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May v. Berryhill

United States District Court, W.D. Kentucky, Owensboro Division

March 25, 2019

SARAH M. MAY PLAINTIFF
v.
NANCY A. BERRYHILL, Acting Commissioner of Social Security DEFENDANT

          MEMORANDUM OPINION AND ORDER

          H. Brent Brennenstuhl United States Magistrate Judge

         BACKGROUND

         Before the Court is the complaint (DN 1) of Sarah M. May seeking judicial review of the final decision of the Commissioner pursuant to 42 U.S.C. § 405(g). Both the Plaintiff (DN 15) and Defendant (DN 20) have filed a Fact and Law Summary. For the reasons that follow, the final decision of the Commissioner is REVERSED, and this matter is REMANDED pursuant to 42 U.S.C. § 405(g), to the Commissioner for further proceedings.

         Pursuant to 28 U.S.C. § 636(c) and Fed.R.Civ.P. 73, the parties have consented to the undersigned United States Magistrate Judge conducting all further proceedings in this case, including issuance of a memorandum opinion and entry of judgment, with direct review by the Sixth Circuit Court of Appeals in the event an appeal is filed (DN 11). By Order entered July 23, 2018 (DN 12), the parties were notified that oral arguments would not be held unless a written request therefor was filed and granted. No. such request was filed.

         FINDINGS OF FACT

         May filed a Title II application for a period of disability and disability insurance benefits on August 1, 2014 (Tr. 212-227). She also protectively filed a Title XVI application for supplemental security income on August 1, 2014. In both applications, May alleged that she became disabled on July 27, 2014 as a result of depression, fibromyalgia, anxiety, and tinnitus (Tr. 254). Administrative Law Judge Lisa R. Hall ("ALJ") conducted a hearing on January 17, 2017. The conference was held via video conference with the ALJ presiding from Paducah. May and her counsel, Sara J. Martin, appeared in Owensboro, Kentucky. James B. Adams an impartial vocational expert also appeared and testified at the hearing.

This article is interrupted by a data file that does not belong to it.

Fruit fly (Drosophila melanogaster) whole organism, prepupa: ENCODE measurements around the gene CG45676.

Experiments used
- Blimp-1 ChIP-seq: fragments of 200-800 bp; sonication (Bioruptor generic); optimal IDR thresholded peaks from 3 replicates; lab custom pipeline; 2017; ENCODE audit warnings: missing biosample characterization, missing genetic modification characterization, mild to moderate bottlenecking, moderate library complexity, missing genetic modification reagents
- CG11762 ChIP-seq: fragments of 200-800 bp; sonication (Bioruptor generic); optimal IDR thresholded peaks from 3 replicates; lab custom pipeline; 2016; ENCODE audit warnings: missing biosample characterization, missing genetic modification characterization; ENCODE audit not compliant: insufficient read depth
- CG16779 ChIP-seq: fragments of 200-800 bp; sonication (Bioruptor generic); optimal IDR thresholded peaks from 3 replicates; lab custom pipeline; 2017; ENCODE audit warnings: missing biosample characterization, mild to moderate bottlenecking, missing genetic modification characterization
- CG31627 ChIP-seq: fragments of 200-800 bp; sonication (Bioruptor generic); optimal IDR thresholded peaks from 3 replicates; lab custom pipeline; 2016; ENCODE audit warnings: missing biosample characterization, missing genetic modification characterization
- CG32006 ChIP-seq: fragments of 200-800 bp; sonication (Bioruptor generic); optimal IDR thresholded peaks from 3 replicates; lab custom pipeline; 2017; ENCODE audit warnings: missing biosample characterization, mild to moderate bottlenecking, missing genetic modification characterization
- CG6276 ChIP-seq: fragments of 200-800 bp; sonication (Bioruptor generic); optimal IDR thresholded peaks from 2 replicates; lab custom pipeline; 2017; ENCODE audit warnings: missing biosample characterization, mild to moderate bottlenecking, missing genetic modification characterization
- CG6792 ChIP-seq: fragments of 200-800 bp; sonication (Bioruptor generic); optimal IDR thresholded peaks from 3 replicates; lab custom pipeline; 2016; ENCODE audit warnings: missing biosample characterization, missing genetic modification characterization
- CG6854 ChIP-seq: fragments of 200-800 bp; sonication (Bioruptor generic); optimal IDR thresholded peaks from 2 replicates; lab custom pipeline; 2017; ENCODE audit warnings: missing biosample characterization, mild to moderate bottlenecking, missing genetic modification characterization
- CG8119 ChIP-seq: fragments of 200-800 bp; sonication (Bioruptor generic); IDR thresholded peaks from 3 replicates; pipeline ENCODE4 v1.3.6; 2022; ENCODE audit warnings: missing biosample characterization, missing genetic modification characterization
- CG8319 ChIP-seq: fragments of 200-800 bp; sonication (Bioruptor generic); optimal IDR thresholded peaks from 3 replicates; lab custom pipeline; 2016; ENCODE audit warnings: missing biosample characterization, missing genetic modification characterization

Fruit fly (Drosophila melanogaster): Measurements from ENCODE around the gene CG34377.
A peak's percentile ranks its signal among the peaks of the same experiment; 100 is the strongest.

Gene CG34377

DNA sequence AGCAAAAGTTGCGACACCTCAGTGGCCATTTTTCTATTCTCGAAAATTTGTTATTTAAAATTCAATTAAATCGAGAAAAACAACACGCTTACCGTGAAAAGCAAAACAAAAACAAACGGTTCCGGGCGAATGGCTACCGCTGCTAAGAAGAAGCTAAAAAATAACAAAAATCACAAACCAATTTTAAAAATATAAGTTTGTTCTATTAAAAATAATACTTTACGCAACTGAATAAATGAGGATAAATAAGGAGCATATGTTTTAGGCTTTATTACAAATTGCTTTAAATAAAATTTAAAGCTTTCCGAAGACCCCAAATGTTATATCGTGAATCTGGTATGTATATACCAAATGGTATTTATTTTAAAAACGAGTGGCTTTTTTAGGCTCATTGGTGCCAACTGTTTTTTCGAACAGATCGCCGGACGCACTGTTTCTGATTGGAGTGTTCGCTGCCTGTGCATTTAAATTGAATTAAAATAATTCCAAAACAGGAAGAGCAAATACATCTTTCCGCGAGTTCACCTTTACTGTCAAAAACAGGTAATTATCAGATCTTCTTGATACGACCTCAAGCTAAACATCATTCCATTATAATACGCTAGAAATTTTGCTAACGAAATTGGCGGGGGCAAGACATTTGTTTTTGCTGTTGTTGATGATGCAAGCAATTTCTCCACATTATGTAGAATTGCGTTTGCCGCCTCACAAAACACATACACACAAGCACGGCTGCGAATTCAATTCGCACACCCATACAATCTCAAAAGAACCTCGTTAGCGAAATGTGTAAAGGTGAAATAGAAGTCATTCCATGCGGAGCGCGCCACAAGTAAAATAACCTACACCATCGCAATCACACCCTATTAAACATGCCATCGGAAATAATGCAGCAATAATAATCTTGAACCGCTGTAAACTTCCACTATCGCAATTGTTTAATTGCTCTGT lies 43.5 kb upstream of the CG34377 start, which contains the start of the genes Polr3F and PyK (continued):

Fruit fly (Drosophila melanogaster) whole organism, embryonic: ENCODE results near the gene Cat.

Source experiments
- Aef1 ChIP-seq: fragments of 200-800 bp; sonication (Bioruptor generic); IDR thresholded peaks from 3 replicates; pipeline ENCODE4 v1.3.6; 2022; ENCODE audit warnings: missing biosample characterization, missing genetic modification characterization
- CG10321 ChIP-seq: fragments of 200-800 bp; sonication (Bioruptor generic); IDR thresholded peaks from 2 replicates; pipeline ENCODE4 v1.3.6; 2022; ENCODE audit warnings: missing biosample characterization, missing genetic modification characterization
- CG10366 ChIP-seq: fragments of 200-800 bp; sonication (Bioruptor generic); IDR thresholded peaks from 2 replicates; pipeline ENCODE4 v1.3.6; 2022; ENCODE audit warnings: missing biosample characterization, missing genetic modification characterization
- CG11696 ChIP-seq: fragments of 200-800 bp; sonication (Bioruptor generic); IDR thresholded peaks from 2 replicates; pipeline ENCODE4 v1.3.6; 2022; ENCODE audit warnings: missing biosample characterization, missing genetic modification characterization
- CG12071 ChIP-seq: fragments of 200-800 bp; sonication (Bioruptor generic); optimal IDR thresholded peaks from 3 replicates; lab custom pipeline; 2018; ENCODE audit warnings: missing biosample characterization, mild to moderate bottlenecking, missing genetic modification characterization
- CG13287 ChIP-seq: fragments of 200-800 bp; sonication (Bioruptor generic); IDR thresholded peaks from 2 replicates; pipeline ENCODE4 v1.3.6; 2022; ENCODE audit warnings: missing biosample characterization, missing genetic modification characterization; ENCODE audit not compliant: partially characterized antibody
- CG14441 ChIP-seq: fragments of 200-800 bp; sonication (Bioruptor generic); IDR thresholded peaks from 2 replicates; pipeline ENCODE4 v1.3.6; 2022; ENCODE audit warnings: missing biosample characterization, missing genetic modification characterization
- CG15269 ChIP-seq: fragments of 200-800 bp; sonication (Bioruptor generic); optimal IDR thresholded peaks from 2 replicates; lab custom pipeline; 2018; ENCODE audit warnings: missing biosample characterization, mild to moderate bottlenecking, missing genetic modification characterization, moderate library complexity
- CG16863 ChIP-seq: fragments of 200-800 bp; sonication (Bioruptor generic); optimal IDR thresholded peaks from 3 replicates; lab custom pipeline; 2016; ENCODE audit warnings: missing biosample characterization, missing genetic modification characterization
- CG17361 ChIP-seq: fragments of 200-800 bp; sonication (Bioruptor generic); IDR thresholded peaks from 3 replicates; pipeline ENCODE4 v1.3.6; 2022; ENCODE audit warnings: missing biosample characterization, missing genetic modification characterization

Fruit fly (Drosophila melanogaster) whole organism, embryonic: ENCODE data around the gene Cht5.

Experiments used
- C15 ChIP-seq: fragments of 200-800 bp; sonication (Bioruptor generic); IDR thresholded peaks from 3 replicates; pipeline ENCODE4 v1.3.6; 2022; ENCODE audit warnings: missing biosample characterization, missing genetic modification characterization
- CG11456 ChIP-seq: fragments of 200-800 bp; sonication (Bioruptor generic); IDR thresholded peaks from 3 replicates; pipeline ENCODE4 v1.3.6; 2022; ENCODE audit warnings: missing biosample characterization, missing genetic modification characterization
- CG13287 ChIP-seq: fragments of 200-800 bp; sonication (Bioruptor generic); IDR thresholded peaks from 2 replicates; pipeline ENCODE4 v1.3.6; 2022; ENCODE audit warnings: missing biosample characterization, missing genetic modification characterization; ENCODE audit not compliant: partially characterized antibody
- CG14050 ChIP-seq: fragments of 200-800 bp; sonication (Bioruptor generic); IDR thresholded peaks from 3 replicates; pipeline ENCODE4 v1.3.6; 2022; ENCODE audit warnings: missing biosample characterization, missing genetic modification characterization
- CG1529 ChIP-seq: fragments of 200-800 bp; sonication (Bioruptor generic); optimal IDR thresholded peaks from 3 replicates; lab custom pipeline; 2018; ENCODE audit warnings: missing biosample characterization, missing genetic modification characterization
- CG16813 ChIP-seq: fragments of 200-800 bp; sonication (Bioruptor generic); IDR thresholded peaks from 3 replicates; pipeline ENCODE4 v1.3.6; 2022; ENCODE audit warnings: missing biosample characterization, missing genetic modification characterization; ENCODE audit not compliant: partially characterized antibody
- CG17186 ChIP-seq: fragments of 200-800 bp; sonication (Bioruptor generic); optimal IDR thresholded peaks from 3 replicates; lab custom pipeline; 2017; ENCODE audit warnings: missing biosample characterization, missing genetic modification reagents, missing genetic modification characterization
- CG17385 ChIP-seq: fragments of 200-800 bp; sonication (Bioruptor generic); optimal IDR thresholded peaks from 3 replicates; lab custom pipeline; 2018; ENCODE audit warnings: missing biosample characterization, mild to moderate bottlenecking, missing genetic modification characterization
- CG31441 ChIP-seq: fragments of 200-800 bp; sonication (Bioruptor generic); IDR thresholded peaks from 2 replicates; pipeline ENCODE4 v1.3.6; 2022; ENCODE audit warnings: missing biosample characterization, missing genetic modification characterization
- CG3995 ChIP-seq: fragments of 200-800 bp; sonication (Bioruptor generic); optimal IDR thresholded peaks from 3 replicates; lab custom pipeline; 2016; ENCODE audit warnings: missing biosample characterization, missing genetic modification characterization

In a decision dated August 8, 2017, the ALJ evaluated this adult disability claim pursuant to the five-step sequential evaluation process promulgated by the Commissioner (Tr. 17-26). At the first step, the ALJ found May has not engaged in substantial gainful activity since July 27, 2014, the alleged onset date (Tr. 19). At the second step, the ALJ determined that May's depression and anxiety are "severe" impairments within the meaning of the regulations (Tr. 20). Notably, at the second step, the ALJ also determined that May's degenerative disc disease is a "non-severe" impairment within the meaning of the regulations (Tr. 20). At the third step, the ALJ concluded that May does not have an impairment or combination of impairments that meets or medically equals one of the listed impairments in Appendix 1 (Tr. 21).